We do that by maintaining a modernized nuclear offensive capability, missile defense, and credible qualitative edges in conventional and unconventional warfare.

America has gone all in on both strategic and tactical missile defense for ourselves and our allies. That capability will always be threatened. But it better work. We are in trouble if we don’t stay ahead of the Chinese attempts to neutralize it.

When some strategists point to mutually assured destruction as a shield, remember that did not save the Soviet Union.

The Soviet alliance had nuclear weapons but we and our allies had both economic and conventional military capabilities that they could not overcome short of a nuclear exchange. And that proved no shield because the Soviets understood what mutual meant.

Mutually assured destruction may not stop the Chinese from using conventional and unconventional military capability in Asia because they may not believe we will play the nuclear card. And they may be right.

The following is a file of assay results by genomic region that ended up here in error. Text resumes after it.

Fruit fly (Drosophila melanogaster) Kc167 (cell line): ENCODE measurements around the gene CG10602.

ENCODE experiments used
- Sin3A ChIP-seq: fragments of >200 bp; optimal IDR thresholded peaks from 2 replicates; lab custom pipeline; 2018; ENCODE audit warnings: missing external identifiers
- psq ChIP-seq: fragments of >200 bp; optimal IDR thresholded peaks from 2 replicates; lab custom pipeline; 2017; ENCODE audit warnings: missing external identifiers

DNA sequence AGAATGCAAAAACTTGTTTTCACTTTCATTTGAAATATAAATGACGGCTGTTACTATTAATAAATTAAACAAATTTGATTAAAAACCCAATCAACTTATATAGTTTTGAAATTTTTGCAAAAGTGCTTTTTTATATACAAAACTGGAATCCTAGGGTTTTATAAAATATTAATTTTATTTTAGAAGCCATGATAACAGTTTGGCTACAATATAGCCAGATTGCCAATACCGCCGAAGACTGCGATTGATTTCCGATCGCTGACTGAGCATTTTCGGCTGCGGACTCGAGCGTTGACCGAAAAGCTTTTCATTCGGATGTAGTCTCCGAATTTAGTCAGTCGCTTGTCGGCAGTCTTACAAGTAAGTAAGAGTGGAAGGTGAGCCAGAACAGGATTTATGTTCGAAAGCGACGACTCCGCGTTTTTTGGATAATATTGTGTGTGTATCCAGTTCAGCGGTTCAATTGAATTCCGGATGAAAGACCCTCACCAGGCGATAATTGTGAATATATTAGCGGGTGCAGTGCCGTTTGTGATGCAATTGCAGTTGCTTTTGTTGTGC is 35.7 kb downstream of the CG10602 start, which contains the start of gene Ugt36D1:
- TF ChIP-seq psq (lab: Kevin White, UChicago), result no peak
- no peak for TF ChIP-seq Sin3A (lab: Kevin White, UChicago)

Look at a map.

Taiwan, the Philippines, South Korea and Japan are threatened by China’s conventional military power and its cyber capabilities close to their shores. Vietnam shares a land border.  Australia is farther away from China but much farther away from the U.S. and Europe.

And the Chinese may perceive a sufficient conventional and unconventional military edge close to home to decide to use it and accept the consequences.  The script is thus flipped from the Soviet cold war.